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The Language of the Old Testament
|Title||The Language of the Old Testament|
|Publication Type||Magazine Article|
|Year of Publication||1973|
|Authors||Rasmussen, Ellis T.|
|Date Published||February 1973|
|Keywords||Language - Hebrew; Poetry; Scripture Study|
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The Language of the Old Testament
By Ellis T. Rasmussen
Professor of Ancient Scripture
Brigham Young University
Have you ever had trouble with a biblical phrase, wishing you knew exactly what it meant? Or have you wished there were some keys to unlock the significance you felt must be hiding in the imagery of an Old Testament expression?
Well, there are some keys! The most important ones, of course, are scriptural. As Paul, Nephi, and other scripture writers have indicated, things of the spirit are known through the Spirit, and matters of prophecy are made plain to those who are filled with the spirit of prophecy. (See 1 Cor. 2:11 and 2 Ne. 25:1–4.)
There are other keys to interpretation that are intellectual, involving the intricate arts of languages. In the case of the Old Testament, the need is to know something of Hebrew, for the Lord gave revelations to the prophets of old “after the manner of their language,” just as he has given them to his servants in this dispensation.
However, it is not necessary to be fully conversant in Hebrew to become aware of some of the features, or keys, of the language. Once we recognize these keys, we are on the way to a greater appreciation of the Hebraic imagery and therefore a better understanding of the scriptures.
The writers of the Hebrew Old Testament employed all the arts of their language. Hebrew prophets prophesied in their own special symbolic manner. The recorders penned their chronicles using picturesque idioms, and the poets wrote heartfelt phrases in their special types of balanced parallelism.
For instance, everyone who knows and loves the twenty-third Psalm knows that the Lord is not actually a shepherd and we are not actually sheep. But we recognize what the Psalmist meant by the green pastures, the still waters, the rod and staff, and the overflowing cup.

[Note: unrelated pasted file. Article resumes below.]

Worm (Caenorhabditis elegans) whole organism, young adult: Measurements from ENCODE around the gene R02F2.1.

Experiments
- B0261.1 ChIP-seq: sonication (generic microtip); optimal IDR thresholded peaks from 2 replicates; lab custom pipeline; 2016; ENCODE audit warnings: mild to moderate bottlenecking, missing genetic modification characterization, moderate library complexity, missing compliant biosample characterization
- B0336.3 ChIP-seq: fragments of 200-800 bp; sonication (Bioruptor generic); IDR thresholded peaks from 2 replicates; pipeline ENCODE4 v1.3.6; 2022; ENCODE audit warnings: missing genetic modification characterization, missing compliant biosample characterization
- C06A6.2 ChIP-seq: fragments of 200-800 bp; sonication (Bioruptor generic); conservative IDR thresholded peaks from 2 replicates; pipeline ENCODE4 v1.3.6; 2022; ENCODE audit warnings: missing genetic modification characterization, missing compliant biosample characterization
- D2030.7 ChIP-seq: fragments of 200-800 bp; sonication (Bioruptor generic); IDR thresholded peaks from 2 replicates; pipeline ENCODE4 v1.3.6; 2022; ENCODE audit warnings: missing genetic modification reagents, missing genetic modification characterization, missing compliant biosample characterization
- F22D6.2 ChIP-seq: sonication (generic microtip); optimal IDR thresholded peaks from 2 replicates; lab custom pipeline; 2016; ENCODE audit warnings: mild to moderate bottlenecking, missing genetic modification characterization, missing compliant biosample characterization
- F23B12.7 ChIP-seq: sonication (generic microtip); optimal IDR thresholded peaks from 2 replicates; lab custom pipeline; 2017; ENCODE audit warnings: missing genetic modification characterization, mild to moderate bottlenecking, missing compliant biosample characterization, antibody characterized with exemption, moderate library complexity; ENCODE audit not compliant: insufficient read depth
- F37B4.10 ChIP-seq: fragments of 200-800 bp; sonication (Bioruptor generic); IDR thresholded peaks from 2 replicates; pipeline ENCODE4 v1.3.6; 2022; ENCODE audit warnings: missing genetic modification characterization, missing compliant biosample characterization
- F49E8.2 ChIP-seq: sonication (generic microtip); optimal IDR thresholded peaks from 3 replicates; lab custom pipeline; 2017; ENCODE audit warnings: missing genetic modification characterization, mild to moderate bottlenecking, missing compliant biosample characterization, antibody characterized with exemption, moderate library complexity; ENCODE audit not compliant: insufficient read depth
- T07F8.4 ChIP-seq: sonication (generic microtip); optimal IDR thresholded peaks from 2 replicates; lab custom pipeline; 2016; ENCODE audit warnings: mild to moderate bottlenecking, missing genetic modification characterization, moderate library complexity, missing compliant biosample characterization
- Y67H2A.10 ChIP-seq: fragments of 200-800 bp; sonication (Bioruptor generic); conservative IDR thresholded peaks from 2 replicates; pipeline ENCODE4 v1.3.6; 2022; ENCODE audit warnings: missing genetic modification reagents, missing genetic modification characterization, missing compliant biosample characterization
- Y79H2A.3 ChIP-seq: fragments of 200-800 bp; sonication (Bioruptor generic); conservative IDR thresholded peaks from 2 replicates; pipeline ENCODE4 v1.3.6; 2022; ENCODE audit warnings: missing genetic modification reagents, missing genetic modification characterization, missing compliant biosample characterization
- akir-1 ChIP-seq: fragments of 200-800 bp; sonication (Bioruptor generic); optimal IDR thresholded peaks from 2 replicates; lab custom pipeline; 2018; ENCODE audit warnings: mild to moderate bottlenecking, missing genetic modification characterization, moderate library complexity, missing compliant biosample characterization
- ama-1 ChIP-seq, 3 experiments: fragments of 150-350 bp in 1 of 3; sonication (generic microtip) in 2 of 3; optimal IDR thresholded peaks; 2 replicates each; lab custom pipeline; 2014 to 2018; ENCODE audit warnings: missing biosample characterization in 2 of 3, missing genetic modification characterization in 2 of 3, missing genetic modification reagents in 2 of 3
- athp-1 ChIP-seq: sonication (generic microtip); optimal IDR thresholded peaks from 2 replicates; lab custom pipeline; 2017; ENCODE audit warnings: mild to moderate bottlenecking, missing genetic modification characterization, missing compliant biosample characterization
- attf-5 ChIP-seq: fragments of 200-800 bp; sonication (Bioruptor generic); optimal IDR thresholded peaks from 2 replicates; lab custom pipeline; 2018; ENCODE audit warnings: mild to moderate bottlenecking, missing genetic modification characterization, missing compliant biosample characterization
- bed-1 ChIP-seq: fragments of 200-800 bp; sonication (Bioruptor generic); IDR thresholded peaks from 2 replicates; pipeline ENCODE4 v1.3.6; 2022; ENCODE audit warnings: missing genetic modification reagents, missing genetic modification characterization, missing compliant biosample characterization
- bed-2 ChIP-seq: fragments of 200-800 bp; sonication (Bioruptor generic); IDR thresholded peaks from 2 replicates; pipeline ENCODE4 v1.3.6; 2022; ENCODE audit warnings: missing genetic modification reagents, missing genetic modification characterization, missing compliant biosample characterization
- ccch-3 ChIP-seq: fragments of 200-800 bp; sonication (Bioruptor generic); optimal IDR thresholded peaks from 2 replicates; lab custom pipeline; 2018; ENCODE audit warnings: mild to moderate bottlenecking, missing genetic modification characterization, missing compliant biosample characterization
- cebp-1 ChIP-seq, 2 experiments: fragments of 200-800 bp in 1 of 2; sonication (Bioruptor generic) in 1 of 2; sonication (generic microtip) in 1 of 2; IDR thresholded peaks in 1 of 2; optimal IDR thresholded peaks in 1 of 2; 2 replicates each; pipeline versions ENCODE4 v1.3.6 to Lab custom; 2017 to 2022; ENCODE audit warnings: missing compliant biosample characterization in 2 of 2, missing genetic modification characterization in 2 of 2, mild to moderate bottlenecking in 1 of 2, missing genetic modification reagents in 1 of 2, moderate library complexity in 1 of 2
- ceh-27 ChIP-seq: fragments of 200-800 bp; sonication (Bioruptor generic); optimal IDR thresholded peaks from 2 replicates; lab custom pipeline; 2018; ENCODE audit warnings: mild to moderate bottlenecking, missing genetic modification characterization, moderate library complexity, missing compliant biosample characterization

Likewise, almost anyone can conceive what Isaiah meant by his lament over Jerusalem that “the faithful city” had become “an harlot.” (Isa. 1:21.) And it isn’t difficult to guess that the Lord was condemning idolatry when he marveled that his people had forsaken the “fountain of living water” in exchange for man-made cisterns that were not capable of holding water. (Jer. 2:13.)
In English, we call these figures of speech metaphors. Hebrew writers loved them and used them abundantly long before we named them. They express a concise concept just as well as a parable expresses a more complicated idea. Watch for them and enjoy them in the Bible.
Similarly graphic are Hebrew similes, whose meanings are not too difficult to discern even in translation. If Isaiah says the Messiah will grow up “as a tender plant, and as a root out of dry ground,” we know he meant that he would have a lowly, inauspicious, earthly birth and beginning. (Isa. 53:2.)
Or if the Psalmist yearned for the refreshing Spirit of God like the “hart panteth after the water brooks,” it is obvious how dearly he valued being in the presence of the Lord. (Ps. 42:1.)
There are other pictures, as when the prophet foresees the coming of the herald of the kingdom and exclaims, “How beautiful upon the mountains are the feet of him that bringeth good tidings, … that publisheth salvation.” (Isa. 52:7.)
And when the servants of the Lord are prophetically urged to put on the power and authority of God’s priesthood again, they are summoned thus in Isaiah’s language: “Awake, awake, put on thy strength, O Zion; put on thy beautiful garments, O Jerusalem.” (Isa. 52:1.)
Sometimes modern revelation helps us be sure of the meaning of such a passage. In this instance we have received the interpretation recorded in Doctrine and Covenants 113:8. [D&C 113:8]
A type of play on words in Hebrew that is more difficult to appreciate without a good Bible dictionary is that which is involved with proper names in the Old Testament. Virtually all the names of people and places can be translated and have interesting significance. Check a Bible dictionary for the names of the sons of Jacob, for instance, and note the reflection of the hopes, gratitude, or other feelings of either or both parents as their children were born.
Places were often named for some event, even as is done in many of our cultures today. In Joshua’s book, for example, a certain disobedient soldier brought “trouble” upon all of Israel’s army. When he was apprehended, trouble fell on him. Naturally the place where this happened was called “trouble” —Achor, or the Vale of Grief. (Josh. 7:26.)